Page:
The goal of gratitude is not to ignore what isn’t right; it is to take stock of our resources & talents in making things better.
Tag Archives | Beloved Community
To become aware of a problem is to own some responsibility for solving it. Unitarian Universalism asks us to actively inform ourselves of the problems of humanity, because we are responsible for building our Beloved Community.
Hi there. My name is Thomas Earthman and I run the I Am UU Facebook page, Twitter account, and this website. I make a small amount of money doing so, though a lot of what is raised goes into software fees, hosting costs, and other business expenses for the project. I never wanted to be […]
Richard, in a comment on a recent post about what it means to be a UU, thinks that our opposition to certain political positions, our rejection of certain movements and slogans, makes us hypocritical. We’ve hidden the comment where it originally appeared because it was wildly off-topic. We did want to address the comment, though: […]
Between the first of November and the end of January, there are dozens of holidays and holy days, some major and some not, some with deep traditions and some that were created in the last century. None of them matters to everyone, and many of them matter a great deal to some. Some people might […]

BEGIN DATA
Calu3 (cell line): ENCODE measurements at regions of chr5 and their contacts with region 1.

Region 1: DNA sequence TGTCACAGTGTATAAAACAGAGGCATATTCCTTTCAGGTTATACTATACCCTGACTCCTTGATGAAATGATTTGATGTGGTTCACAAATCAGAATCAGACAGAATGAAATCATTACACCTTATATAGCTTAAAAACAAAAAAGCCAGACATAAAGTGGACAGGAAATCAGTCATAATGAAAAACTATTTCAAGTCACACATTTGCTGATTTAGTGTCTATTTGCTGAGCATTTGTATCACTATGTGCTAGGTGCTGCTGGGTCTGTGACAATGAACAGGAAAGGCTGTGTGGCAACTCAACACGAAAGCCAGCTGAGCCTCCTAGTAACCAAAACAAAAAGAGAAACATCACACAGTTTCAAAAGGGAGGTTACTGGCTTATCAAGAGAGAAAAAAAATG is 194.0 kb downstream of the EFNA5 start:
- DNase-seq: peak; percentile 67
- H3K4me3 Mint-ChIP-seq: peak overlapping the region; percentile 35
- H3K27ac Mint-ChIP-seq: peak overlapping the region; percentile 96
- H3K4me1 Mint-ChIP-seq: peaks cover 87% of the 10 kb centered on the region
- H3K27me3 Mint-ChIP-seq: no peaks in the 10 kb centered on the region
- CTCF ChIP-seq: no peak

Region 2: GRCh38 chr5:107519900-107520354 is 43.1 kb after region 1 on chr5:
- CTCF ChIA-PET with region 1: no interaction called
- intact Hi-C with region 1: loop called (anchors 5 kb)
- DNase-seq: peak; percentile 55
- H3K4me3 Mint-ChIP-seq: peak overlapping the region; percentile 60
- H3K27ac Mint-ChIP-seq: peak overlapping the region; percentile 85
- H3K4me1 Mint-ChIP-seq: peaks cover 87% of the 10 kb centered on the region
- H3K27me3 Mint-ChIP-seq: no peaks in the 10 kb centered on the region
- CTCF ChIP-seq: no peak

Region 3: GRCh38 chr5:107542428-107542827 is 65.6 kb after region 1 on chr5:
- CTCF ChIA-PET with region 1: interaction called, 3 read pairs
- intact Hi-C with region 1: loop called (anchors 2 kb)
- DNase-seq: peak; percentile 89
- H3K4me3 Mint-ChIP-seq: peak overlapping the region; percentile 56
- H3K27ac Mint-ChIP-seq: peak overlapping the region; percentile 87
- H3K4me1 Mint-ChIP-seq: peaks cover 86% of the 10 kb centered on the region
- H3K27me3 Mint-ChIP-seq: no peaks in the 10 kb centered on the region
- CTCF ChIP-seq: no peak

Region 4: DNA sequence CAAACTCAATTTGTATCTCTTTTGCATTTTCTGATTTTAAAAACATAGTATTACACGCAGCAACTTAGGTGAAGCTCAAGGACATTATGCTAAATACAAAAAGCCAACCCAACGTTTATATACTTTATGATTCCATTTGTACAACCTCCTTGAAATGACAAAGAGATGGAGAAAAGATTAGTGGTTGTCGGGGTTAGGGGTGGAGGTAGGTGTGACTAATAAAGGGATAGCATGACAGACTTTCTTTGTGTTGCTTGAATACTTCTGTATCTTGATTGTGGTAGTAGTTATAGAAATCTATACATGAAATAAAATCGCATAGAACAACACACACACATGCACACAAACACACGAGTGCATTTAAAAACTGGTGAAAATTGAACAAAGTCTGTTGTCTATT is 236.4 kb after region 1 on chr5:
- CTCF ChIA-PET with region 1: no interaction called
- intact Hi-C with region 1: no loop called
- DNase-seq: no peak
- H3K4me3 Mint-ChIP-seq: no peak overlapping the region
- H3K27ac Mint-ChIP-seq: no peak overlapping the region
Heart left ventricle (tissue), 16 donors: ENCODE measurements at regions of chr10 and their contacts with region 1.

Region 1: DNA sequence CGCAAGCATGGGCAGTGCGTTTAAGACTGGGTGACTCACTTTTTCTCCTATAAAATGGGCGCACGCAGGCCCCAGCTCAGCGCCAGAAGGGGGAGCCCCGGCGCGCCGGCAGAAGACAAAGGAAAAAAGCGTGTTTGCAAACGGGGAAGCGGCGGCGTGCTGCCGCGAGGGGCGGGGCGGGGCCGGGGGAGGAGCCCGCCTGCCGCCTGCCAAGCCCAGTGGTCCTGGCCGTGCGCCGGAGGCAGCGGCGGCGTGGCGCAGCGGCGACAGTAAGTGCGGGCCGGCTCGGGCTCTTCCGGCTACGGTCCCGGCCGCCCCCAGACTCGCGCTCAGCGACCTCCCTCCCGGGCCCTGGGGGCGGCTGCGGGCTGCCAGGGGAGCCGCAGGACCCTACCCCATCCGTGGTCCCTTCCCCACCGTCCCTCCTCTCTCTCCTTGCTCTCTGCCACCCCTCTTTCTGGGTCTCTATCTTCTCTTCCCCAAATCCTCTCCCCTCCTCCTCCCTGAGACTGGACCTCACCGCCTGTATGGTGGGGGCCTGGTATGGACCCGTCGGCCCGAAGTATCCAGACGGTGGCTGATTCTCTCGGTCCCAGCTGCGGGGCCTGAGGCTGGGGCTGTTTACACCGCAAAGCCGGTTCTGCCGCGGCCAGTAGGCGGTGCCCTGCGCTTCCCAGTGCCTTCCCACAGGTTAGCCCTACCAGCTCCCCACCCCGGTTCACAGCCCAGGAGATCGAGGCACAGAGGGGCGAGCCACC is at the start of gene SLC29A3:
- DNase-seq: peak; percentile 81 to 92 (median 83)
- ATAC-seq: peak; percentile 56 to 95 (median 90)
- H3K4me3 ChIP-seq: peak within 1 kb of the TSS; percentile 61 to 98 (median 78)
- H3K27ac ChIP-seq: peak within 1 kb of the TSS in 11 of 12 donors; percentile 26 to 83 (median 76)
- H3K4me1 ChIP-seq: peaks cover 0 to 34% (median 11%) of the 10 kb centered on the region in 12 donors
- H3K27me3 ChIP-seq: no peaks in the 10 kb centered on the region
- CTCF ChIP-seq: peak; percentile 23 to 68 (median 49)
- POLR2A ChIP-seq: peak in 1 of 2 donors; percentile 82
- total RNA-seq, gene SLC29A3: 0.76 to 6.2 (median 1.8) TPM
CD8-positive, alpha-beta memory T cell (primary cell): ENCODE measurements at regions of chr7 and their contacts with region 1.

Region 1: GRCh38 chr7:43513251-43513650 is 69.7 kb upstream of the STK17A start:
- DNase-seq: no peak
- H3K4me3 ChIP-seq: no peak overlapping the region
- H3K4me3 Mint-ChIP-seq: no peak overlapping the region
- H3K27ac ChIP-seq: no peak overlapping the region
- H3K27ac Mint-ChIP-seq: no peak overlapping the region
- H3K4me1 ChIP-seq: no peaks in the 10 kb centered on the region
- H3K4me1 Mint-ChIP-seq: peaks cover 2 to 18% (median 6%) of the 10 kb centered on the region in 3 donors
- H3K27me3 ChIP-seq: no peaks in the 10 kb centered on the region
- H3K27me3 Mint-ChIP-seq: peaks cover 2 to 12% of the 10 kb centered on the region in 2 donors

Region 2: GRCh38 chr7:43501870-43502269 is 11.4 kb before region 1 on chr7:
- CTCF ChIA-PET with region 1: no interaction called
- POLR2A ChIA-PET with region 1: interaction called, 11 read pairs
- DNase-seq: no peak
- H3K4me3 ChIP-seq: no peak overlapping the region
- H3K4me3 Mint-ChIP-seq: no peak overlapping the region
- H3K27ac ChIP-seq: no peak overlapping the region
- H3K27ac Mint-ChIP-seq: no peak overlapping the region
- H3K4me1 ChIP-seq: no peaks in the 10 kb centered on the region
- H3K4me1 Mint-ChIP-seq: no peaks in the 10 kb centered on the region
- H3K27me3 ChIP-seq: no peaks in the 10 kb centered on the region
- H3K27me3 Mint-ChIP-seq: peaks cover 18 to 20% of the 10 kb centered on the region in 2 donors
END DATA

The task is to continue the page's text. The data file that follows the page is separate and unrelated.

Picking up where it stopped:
Gratitude is a decision to focus on the best of a situation. When you make that choice, you see the best first. It doesn’t mean ignoring that bad things do happen; it is about putting them in perspective and not letting worry steal the moment.
There are a lot of Unitarian Universalists who seem to think that no good comes from telling people about liberal religion. Their actions indicate that they don’t want people to know about their church and its saving message. I’ve read, many times, “if someone is a good fit for Unitarian Universalism, they’ll just find their […]
As a religious professional and an aspiring religious educator (how far I am from that goal varies wildly depending on who is asked), I talk a lot about what Unitarian Universalism means to me and what it is at it’s best. And I get a LOT of disagreement. I get a lot of people who […]
I get a lot of… feedback when I point out that, despite a centuries-long legacy that got us to this point, Unitarian Universalism is less than 60 years old. The religion we teach today would be unrecognizable to John Adams, Clara Barton, and most of the other historical Unitarians and Universalists of whom we are […]
The following submission is printed without edits. Rev. KC Slack has shared the view of a nonbinary individual reacting to an article in the latest edition of UU World. We will not link directly to it, so that it does not gain standing on search engines or social media. It is on Page 30 of […]